Device management security checklist

These security best practices are for administrators of G Suite and Cloud Identity.

As an admin, you can help protect work data on users’ personal mobile devices and on your organization’s company-owned devices by enrolling the devices for management. Users get secure access to their work email, apps, documents, and more. You can set and monitor policies to keep the devices and data more secure.

All mobile devices

Require passwords

Protect data on managed mobile devices by requiring that users set a screen lock or password for their device. For devices with advanced management, you can also set the password type, strength, and minimum number of characters.

Set password requirements for managed mobile devices

Lock down or wipe corporate data from missing devices

When a device goes missing or an employee leaves your organization, the work data on the device is at risk. You can wipe a user's work account from the device, including all their work data. For devices with advanced management, you can wipe the entire device. This feature isn't available with the free version of Cloud Identity. 

Prevent unauthorized access to a user's account​

When Google suspects that an unauthorized person is trying to access a user's account, we present them with an extra security question or challenge. When you use Google endpoint management, we might ask users to verify their identity with their managed mobile device (the device they normally use to access their work account). Extra challenges significantly reduce the chance of an unauthorized person breaking in to user accounts.

Verify a user’s identity with a login challenge

Mobile devices under advanced management

Require device encryption

Encryption stores data in a form that can be read only when a device is unlocked. Unlocking the device decrypts the data. Encryption adds protection if a device is lost or stolen.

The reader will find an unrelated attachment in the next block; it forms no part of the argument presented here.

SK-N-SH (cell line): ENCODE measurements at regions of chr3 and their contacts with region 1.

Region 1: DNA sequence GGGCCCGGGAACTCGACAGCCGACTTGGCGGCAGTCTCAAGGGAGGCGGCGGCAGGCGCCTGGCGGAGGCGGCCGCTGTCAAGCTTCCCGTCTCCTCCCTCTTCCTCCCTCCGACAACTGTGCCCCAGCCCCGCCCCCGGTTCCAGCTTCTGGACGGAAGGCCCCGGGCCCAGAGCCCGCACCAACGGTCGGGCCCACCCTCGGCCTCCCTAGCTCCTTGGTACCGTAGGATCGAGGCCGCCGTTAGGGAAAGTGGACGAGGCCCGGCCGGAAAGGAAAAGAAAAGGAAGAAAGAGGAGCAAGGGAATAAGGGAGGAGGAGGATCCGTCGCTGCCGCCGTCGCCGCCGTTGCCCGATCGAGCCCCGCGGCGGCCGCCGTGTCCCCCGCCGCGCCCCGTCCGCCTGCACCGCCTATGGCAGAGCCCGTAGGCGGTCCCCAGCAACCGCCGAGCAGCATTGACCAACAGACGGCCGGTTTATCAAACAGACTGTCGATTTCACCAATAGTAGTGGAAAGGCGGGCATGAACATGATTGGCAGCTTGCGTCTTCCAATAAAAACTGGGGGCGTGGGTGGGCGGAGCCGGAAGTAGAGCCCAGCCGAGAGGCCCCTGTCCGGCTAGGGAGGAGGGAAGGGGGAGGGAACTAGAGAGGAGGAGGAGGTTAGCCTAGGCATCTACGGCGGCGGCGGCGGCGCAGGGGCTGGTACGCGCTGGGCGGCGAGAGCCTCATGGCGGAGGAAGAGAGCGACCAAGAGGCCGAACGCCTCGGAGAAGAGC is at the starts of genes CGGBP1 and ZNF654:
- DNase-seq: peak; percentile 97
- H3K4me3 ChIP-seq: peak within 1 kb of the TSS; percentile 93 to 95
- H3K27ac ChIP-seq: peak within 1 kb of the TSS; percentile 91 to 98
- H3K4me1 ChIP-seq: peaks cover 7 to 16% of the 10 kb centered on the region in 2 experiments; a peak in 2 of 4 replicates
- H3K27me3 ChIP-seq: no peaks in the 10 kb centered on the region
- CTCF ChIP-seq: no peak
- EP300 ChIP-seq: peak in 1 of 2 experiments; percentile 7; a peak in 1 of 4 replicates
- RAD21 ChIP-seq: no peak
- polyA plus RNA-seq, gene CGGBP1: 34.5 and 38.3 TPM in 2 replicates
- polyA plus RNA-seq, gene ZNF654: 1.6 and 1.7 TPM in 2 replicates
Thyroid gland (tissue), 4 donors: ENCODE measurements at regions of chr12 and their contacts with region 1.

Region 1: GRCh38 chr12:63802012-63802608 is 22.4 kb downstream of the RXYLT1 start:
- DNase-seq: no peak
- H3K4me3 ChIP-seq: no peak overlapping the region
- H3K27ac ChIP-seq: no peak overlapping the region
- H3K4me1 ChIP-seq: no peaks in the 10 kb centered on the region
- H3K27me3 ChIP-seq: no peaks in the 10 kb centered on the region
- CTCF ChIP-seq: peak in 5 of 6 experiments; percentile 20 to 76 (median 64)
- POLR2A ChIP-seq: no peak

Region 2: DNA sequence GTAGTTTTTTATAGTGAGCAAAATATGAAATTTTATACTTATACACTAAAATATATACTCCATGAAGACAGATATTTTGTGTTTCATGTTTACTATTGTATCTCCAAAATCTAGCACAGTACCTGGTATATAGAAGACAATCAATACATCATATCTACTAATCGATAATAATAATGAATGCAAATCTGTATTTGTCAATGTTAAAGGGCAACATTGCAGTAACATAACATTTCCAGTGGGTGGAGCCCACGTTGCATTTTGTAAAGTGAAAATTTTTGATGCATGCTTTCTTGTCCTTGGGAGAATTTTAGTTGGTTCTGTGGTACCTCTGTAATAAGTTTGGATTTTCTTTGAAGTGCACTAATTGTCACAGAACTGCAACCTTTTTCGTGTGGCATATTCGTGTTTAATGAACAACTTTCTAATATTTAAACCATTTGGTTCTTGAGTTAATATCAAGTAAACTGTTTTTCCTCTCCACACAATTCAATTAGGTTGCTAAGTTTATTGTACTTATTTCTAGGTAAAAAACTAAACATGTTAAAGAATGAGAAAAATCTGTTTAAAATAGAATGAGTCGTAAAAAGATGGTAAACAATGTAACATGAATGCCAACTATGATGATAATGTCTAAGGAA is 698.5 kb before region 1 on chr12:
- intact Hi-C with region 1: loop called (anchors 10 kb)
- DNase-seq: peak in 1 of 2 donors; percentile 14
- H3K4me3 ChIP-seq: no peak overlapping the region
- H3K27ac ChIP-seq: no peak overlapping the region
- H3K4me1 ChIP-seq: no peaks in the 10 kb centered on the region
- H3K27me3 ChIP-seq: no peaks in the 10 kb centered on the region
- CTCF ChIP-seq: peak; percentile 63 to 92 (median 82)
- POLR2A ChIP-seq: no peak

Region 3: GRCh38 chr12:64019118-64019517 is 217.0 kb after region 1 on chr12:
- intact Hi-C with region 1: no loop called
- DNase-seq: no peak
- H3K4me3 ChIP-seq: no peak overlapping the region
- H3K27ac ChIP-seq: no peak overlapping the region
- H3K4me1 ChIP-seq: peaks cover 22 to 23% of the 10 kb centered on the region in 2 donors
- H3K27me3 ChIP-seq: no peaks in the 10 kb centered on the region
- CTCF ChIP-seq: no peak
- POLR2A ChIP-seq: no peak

Require device encryption

Apply device restrictions​

You can restrict how users share and backup data on Android and Apple® iOS® devices. For example, on Android, you can prevent USB file transfers and on iOS devices, you can stop backups to personal cloud storage. You can also restrict access to some device and network settings. For example, you can turn off the device’s camera and prevent Android users from changing their Wi-Fi settings.

Block compromised devices

Stop a user’s work account from syncing with Android and Apple iOS devices that might be compromised. A device becomes compromised when it’s jailbroken or rooted—processes that remove restrictions on a device. Compromised devices can indicate a potential security threat.

Block compromised devices

Automatically block Android devices that don't comply with your policies

When a device falls out of compliance with your organization’s policies, you can automatically block it from accessing work data and notify the user. For example, if you enforce a minimum password length of 6 characters and a user changes their device password to 5 characters, the device is not compliant because it doesn’t adhere to your password policy.

Set device management rules

Computers that access work data

Turn on Endpoint Verification

When laptops and desktops are managed with Endpoint Verification, you can use Context-Aware Access to protect your organization's data and get more information about the devices that access that data.

Turn on endpoint verification

Restrict Drive File Stream syncing to company-owned devices

Drive File Stream allows users to work on Drive files on their Mac or PC outside a browser. To limit the exposure of your organization's data, you can allow Drive File Stream to run on only company-owned devices listed in your inventory.

Restrict Drive File Stream to authorized devices

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